This inconsistency in textures occurs due to many reasons, for example, some parts of our hair fibres may have tighter curls than parts so this unevenness continues with our texlaxed hair.
Another reason is that the texlaxed texture we achieve in one relaxing session may be different from what we achieve the next time we relax. It takes a few sessions of texlaxing to learn how to achieve the degree of straightness that you want and then you have to recreate it every time you relax so that you have an even texlaxed texture.
The uneven texture actually isn’t that obvious when your hair is dry, personally I don’t think it looks too bad. Unfortunately however, some ladies might find it a bit difficult to manage the different textures in their hair and suffer some breakage as a result of it. Imagine a lady who is transitioning to texlaxed hair and is on a stretch, she will have her natural new growth, her texlaxed hair and her relaxed ends. It is certainly a bit of a challenge to keep three textures happy however I assure you it can be done but it is a little time consuming.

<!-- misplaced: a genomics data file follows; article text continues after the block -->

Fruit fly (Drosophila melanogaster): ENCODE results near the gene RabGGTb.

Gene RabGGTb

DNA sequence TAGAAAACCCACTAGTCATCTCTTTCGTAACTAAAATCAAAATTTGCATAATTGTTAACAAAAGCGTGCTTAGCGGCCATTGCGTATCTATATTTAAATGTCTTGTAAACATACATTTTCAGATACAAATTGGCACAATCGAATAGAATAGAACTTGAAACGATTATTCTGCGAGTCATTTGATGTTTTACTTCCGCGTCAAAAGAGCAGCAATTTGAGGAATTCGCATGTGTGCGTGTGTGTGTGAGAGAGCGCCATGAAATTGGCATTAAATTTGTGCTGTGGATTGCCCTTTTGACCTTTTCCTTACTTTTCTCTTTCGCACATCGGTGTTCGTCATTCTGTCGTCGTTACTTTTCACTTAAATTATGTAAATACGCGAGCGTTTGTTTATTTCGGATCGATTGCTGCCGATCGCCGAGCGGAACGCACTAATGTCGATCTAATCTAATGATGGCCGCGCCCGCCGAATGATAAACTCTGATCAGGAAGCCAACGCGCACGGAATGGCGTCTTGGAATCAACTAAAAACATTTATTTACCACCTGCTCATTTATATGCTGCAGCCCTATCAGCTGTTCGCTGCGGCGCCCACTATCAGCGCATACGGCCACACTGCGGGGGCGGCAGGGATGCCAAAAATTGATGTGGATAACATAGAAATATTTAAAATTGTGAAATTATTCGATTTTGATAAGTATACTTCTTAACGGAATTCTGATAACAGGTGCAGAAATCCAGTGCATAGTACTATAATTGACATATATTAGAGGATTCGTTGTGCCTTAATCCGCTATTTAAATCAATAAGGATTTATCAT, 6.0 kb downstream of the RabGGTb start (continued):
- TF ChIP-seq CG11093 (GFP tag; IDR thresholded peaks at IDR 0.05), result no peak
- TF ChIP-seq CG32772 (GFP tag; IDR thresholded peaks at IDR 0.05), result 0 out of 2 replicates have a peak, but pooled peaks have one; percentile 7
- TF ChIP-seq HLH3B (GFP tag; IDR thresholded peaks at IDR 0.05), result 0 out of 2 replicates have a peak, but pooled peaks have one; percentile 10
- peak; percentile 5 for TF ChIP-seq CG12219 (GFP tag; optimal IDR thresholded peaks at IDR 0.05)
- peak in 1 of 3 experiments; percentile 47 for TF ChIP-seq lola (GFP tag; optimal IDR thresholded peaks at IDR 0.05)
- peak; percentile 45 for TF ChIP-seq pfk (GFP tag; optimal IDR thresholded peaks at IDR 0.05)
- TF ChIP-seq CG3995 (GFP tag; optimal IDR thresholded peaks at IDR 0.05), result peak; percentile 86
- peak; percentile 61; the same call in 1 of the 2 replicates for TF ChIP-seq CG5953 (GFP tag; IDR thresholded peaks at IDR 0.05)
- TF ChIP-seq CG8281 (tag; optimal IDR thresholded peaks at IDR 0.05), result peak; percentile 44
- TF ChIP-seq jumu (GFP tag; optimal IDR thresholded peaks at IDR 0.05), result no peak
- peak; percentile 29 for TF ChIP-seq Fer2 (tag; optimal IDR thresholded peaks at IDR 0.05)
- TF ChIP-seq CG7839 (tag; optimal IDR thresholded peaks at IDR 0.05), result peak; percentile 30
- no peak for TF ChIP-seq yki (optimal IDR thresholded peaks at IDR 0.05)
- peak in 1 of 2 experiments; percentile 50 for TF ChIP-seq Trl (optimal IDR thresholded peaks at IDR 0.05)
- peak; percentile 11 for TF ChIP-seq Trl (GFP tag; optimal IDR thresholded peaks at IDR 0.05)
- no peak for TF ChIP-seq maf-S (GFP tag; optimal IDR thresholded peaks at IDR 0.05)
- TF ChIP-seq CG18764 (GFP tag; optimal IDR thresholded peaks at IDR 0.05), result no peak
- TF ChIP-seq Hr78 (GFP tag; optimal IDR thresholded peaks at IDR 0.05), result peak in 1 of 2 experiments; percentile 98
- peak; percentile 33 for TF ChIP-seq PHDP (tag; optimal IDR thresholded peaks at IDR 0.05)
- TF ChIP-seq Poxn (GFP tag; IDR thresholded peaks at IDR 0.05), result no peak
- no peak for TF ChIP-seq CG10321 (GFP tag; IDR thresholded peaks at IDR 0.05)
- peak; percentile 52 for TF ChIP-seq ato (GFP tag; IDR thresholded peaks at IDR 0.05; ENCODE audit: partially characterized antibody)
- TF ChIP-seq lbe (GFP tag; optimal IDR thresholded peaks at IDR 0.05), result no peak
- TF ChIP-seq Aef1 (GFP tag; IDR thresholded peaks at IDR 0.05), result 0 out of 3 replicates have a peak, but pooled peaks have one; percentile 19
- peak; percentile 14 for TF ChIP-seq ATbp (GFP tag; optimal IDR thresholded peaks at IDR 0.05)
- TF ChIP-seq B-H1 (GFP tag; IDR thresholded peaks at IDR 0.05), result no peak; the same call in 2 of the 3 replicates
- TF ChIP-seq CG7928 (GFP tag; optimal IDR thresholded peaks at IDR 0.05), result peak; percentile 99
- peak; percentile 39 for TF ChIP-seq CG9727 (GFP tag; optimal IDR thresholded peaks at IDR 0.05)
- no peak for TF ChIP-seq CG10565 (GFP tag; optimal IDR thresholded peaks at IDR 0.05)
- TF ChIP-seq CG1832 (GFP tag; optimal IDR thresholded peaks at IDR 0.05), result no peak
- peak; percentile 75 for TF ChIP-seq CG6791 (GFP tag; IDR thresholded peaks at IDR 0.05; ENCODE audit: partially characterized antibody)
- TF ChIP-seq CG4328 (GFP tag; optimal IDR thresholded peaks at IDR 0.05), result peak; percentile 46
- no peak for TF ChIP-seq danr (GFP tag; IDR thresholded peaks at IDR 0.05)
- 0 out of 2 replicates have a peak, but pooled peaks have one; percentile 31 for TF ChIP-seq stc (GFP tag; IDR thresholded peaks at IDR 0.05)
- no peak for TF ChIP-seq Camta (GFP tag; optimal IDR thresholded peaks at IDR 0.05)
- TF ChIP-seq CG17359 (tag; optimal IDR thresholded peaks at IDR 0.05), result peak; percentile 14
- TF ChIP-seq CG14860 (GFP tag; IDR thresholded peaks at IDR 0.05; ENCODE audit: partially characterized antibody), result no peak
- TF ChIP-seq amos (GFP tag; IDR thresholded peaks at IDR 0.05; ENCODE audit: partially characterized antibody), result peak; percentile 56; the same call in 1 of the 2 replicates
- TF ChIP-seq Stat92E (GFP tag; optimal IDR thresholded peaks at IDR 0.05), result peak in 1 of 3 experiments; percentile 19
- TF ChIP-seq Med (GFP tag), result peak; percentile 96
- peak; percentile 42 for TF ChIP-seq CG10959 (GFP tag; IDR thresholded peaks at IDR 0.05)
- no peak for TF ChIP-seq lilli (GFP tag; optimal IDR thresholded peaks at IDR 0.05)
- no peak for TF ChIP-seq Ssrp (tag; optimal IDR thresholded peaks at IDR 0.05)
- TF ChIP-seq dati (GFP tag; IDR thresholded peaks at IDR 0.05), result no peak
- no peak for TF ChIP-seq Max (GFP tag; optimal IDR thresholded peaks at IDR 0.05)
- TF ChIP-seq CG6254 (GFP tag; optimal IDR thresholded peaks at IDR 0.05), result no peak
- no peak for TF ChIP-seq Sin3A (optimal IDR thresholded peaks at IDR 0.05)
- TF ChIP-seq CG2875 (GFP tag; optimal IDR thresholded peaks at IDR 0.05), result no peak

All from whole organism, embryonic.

Please read the following blog posts as they contain tips that help manage uneven textures: hair care in sections and the art of stretching part 2.
2) POTENTIAL FRIZZ
The look of texlaxed hair isn’t to every ones liking. I personally love the look of texlaxed hair. To me it looks like natural hair that has been blow dried. However some ladies are not so keen on this look and prefer poker straight silky looking hair and that is alright too.
Ladies with texlaxed hair can easily achieved the poker straight look by blow drying, roller setting or flat ironing their hair.